Malawi President Bingu wa
Mutharika told his party’s
Nationals Governing Council
meeting on Sunday that he
has banned protests planned
for Wednesday 20 July, 2011 and hinted that he will be
arresting Vice President Joyce

In a meeting held at New
State House in Lilongwe it was
proposed that the Vice
President should be nicked
because she is attacking
government on various social and political issues, yet she is second –in-chain of command.

Well-placed sources who
attended the meeting told
Nyasa Times that Mutharika
commented for the proposal
by saying: “I am already
working on it.”

This follow an earlier
revelations by Nyasa Times
that Mutharika was preparing
to arrest the Vice President
after her statement which she
called on the Malawi Government to allow people
to exercise their right to
demonstrate freely and
without fear of intimidation.

When contacted for comment,
Banda – an enormous political
force -told Nyasa Times: “I do
not have much to say.”

The country’s Second Citizen
maintained that she hears the
voices of the people and relate
to the issues being raised.

Meanwhile, the President said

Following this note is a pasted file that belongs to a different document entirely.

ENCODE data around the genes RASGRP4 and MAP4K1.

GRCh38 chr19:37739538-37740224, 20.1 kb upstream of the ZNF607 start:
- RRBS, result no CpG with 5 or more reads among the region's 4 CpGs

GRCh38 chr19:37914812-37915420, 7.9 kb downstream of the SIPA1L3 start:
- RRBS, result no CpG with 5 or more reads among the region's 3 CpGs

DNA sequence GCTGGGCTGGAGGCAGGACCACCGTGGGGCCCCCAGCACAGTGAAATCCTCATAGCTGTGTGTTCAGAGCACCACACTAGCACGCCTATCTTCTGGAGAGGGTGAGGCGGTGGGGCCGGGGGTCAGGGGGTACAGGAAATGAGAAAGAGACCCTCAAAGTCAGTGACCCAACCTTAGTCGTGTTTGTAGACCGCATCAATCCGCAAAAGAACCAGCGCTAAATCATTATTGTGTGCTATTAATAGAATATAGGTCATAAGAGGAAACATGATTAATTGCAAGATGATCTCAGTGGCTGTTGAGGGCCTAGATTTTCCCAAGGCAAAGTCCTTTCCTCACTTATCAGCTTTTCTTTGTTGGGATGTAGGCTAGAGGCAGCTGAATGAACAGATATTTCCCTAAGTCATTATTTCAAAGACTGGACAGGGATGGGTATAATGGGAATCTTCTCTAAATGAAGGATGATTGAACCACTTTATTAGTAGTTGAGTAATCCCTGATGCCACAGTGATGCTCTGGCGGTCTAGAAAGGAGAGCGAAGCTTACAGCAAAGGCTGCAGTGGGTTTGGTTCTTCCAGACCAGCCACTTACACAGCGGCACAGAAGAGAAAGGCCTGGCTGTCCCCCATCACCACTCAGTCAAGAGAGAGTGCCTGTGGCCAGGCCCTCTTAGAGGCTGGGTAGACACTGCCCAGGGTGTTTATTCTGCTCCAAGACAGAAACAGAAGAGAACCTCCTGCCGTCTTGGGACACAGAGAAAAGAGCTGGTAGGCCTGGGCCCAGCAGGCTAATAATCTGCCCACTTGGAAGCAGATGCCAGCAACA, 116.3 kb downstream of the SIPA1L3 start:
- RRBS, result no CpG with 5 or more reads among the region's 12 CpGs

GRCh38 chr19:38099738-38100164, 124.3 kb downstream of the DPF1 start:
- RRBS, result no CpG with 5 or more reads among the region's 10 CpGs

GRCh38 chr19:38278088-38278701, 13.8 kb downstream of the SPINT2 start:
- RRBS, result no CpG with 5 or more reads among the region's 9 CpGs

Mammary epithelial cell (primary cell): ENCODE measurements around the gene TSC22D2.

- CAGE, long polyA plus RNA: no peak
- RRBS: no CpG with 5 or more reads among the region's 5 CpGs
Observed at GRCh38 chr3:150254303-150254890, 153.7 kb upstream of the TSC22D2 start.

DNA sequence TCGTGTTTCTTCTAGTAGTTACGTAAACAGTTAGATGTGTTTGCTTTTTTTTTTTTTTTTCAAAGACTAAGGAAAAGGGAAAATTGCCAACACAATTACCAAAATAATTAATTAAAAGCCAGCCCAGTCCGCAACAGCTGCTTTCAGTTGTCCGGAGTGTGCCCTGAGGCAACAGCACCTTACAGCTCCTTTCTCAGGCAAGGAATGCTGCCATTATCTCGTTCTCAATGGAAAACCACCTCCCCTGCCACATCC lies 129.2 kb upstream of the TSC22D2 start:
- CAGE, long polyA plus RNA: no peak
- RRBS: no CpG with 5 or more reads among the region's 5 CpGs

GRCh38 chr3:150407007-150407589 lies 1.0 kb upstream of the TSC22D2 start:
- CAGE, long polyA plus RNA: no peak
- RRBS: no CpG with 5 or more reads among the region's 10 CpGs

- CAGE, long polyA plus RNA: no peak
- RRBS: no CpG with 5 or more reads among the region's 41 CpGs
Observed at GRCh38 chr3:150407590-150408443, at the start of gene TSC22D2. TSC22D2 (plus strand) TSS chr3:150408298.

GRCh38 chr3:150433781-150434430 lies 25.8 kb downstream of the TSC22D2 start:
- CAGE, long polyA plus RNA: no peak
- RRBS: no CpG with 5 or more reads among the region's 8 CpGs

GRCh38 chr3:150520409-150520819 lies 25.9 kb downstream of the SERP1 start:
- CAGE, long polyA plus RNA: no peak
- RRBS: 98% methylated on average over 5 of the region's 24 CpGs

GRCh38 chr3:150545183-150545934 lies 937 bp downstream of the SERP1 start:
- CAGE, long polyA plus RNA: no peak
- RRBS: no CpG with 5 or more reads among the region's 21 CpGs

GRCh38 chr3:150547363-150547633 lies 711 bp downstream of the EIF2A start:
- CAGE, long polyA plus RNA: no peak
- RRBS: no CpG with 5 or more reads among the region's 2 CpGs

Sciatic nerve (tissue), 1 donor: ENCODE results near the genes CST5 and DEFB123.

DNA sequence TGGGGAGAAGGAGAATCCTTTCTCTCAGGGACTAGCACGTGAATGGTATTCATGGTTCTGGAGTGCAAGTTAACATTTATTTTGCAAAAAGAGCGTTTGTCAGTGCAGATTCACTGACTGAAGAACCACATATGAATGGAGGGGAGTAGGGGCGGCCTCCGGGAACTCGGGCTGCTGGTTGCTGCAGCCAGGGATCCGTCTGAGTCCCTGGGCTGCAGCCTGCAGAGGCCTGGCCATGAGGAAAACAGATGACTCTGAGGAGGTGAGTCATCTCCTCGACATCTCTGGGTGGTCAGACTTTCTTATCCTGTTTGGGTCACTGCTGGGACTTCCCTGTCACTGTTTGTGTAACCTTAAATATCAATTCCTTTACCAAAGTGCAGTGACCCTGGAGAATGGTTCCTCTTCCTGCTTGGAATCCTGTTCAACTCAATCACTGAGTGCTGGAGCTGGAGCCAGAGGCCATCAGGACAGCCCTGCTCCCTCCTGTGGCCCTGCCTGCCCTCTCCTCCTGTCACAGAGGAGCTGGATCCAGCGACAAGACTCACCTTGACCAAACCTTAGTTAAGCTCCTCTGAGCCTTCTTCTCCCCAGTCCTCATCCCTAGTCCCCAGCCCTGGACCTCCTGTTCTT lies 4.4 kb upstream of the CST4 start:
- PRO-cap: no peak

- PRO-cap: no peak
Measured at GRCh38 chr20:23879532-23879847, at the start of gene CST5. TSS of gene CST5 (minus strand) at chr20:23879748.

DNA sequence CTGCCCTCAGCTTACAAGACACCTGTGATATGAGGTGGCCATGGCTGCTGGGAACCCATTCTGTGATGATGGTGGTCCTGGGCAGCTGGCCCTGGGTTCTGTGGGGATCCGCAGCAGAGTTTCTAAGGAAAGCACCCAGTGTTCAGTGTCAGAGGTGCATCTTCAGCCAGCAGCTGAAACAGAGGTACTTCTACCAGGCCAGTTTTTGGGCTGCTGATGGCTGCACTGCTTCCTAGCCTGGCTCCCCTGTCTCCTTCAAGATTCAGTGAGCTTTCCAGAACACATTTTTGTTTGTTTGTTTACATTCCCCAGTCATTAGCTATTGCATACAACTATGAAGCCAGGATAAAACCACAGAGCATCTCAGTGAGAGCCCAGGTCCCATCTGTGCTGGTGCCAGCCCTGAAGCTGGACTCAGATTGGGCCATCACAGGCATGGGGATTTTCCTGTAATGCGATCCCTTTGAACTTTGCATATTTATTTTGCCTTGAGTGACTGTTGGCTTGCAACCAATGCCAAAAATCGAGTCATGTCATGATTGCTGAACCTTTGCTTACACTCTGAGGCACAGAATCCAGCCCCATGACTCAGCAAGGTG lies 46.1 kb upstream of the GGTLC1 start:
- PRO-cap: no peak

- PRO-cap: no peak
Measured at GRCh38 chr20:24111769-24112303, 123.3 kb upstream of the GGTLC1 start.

he would not allow
nationwide demonstrations
against economic problems in
Malawi on Wednesday,
warning the public not to be in the streets.

He said the country should
instead listen to his public
lecture at New State House in
which he will highlight,
among other issues, political
independence, national sovereignty and self reliance.

Mutharika directed that
protests should take place on
Thursday and they should be
partial, not national wide.

Government spokesman
Vuwa Kaunda confirmed that
the Wednesday
demonstration has been
rendered “illegal”.

“We do not therefore expect
any individual to participate in
any such demonstration on
July 20,” he said.

“Government accordingly
strongly warns those
organising and intending to
participate in the
demonstrations to refrain
from doing so and they should listen to the President’s
lecture,” Vuwa added.

Organisers have however said
they will go ahead with the
demonstrations which have
been widely backed by
stakeholders, opposition
parties, labour union, churches and NGOs.

“We cannot accept a
declaration of a police state,”
said one citizen in Lilongwe.

Fuelling the anger among
Malawians is the shortages of
hospital drugs, fuel and forex
as well as governance issues.

Observers say the ban on
demonstrations indicates that
Mutharika is fearful he will
face unrest which could force
him out of power.—
(@ Nyasa Times)

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